WATERLOO, Ont. (Wednesday, Oct. 20, 2010) - Dr. Peter Ratcliffe, a renowned medical doctor and biological researcher, will reveal why he became a scientist to local high school students at a talk hosted by the University of Waterloo on Oct. 26.

Ratcliffe will give a morning lecture about why he entered the field of medicine and the kind of research he is currently conducting in his oxygen sensing group at the University of Oxford in England. He will also deliver an open academic lecture in the afternoon entitled How Cells Sense Oxygen.

Ratcliffe is one of this year’s recipients of the Gairdner International Award, regarded as Canada’s most prestigious medical research prize. As part of the Gairdner's mandate to communicate the work of medical researchers to others, current and past Gairdner awardees visit universities across Canada to provide lectures on their area of expertise.

“We are delighted to welcome Dr. Ratcliffe, who has made numerous contributions to science through his innovative research in oxygen sensing,” said Terry McMahon, dean of science. “His talk will certainly inspire and encourage students to consider entering science programs.”

After studying medicine at Cambridge and St. Bartholomew's Hospital in England, Ratcliffe graduated with distinction in 1978. He trained in renal medicine at Oxford initially working on the physiology of renal oxygenation and its implications for renal injury in shock.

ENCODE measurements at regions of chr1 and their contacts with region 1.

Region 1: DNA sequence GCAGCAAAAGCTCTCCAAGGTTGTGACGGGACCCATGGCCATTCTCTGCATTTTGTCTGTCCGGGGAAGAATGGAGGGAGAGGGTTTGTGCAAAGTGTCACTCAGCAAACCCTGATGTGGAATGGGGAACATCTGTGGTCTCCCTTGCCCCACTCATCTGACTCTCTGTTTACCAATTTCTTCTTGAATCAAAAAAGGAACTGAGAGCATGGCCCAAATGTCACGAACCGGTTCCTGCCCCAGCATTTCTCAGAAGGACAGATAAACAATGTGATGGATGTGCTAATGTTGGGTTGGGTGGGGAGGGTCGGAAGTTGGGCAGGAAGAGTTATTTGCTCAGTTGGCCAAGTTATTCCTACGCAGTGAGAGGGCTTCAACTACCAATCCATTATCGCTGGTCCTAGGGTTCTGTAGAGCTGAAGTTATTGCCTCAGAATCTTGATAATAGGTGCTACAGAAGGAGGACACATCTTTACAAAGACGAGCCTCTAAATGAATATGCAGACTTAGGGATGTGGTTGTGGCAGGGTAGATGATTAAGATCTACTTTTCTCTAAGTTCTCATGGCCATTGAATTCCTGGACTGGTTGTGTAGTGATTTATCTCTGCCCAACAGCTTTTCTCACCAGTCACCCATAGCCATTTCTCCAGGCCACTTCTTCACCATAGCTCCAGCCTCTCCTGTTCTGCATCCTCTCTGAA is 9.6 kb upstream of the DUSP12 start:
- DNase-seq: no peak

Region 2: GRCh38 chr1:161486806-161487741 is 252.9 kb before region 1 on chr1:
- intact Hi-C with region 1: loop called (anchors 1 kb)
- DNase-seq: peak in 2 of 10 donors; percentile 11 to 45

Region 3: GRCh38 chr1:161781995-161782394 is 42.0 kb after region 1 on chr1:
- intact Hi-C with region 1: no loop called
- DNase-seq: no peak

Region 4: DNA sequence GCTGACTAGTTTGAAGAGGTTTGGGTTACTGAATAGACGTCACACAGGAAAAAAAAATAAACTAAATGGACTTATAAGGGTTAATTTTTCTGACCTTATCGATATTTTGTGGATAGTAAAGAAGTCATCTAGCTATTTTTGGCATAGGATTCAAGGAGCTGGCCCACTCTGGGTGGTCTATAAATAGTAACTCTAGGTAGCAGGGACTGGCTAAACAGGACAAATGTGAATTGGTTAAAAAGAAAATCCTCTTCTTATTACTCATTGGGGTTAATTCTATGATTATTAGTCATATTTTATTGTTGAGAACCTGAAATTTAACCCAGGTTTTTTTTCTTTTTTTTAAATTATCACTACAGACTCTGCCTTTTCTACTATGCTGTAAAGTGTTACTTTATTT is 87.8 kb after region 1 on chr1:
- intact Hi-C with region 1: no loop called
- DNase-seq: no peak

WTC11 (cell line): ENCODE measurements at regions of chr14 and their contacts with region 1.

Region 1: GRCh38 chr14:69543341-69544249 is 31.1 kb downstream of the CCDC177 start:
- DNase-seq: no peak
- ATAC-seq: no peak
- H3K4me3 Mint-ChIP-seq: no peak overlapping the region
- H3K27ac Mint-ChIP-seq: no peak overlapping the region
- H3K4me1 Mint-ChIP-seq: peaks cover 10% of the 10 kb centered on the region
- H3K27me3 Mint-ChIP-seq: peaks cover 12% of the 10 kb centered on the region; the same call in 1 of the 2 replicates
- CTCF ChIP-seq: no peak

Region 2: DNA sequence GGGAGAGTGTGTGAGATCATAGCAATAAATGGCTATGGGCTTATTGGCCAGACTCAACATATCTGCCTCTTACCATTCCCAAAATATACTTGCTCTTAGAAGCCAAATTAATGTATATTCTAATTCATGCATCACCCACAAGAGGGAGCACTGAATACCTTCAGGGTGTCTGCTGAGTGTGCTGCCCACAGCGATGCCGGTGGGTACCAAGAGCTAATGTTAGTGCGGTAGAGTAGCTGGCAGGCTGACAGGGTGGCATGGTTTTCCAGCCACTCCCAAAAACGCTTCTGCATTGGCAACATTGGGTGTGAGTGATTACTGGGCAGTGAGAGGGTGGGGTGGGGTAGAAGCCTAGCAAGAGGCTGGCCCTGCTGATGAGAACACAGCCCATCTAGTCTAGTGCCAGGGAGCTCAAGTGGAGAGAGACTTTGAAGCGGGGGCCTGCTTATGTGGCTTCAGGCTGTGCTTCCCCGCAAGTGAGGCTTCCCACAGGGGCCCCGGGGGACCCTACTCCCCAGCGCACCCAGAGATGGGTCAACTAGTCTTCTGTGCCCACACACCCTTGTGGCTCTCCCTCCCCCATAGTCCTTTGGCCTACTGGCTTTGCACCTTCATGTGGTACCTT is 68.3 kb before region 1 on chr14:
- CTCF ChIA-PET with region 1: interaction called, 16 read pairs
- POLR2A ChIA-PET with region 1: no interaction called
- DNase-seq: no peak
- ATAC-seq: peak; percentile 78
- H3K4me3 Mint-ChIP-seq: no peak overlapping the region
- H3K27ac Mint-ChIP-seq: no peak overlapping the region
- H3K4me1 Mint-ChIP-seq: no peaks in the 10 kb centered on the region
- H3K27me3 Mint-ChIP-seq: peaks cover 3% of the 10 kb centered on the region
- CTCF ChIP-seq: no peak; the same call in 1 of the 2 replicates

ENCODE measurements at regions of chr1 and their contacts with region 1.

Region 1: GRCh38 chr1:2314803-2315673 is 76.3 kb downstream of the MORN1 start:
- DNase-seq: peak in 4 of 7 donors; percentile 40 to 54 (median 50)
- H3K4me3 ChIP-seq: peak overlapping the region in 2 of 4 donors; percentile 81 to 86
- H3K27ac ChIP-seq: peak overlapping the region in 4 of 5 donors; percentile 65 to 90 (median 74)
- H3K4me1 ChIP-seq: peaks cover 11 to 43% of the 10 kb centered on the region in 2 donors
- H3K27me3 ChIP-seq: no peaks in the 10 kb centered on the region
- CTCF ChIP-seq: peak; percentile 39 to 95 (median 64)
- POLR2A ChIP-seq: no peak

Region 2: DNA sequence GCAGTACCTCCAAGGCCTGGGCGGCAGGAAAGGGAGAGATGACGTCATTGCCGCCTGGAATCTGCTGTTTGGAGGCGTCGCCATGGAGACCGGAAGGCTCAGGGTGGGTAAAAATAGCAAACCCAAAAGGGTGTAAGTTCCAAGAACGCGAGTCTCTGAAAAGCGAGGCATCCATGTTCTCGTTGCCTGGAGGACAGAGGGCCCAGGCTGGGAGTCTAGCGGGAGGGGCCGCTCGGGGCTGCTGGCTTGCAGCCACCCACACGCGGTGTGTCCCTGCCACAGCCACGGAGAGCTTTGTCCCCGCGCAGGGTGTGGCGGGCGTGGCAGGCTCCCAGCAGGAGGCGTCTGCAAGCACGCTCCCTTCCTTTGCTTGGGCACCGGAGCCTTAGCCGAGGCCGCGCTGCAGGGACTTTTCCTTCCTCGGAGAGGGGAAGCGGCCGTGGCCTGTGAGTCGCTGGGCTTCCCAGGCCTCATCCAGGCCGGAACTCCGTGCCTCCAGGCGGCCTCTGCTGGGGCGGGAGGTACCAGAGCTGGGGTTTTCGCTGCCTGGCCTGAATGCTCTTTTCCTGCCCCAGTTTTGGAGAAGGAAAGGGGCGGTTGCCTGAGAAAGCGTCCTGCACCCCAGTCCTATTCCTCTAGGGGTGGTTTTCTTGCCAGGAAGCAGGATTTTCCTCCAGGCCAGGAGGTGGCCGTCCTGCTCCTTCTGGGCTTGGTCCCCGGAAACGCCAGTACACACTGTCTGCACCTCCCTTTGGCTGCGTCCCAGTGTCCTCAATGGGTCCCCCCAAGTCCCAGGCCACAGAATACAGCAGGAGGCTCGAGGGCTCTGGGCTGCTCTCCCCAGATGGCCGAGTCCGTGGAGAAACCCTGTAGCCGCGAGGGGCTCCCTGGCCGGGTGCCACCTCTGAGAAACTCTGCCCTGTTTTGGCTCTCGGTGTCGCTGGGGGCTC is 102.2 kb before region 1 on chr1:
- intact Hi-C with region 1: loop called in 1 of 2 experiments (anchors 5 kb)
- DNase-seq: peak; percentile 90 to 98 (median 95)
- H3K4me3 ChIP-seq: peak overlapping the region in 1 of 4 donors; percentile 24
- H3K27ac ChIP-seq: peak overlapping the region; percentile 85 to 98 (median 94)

In 1989, he changed fields and founded a new laboratory to work on cellular oxygen sensing pathways. For more than 20 years, Ratcliffe’s research has focused on how cells in the body detect the amount of oxygen available to them, and especially how they respond to a lack of oxygen. This has led to a better understanding of the development of illnesses, such as cancer or cardiovascular disease, where a lack of oxygen in cells plays a significant role.

Primary sponsor for both talks is the Gairdner Foundation, which was created to recognize and reward the achievements of medical researchers whose work contributes to significantly improving the quality of human life. Out of the 298 individuals from 13 countries who have received the Gairdner Award, 79 have subsequently gone on to win the Nobel Prize.

Additional sponsors for the high school talk include the Government of Ontario, Canadian Institutes of Health Research, and the University of Waterloo. The afternoon lecture is sponsored by the Government of Ontario, Canadian Institutes of Health Research, Burroughs Wellcome Fund and the University of Waterloo.

On Tuesday, Oct. 26, Ratcliffe’s talk for high school students begins at 10:30 a.m. in the Humanities Theatre, located in the J.G. Hagey Hall of the Humanities. His open academic lecture will begin at 1 p.m. in Hagey Hall.

Both lectures are open to the public and organized by Waterloo’s faculty of science. Admission is free. For more information and to register, please contact scienceevents@uwaterloo.ca.

About Waterloo Science

Since its founding in 1959, Waterloo's faculty of science has been instrumental in placing the university at the forefront of innovation, discovery and learning. The faculty offers more than 50 core science specializations and options in the departments of biology, physics and astronomy, chemistry, and earth and environmental sciences. It is also home to two world-class professional schools - Canada’s only English- speaking optometry school and one of only two pharmacy co-op programs in North America. For more information, go to www.science.uwaterloo.ca.

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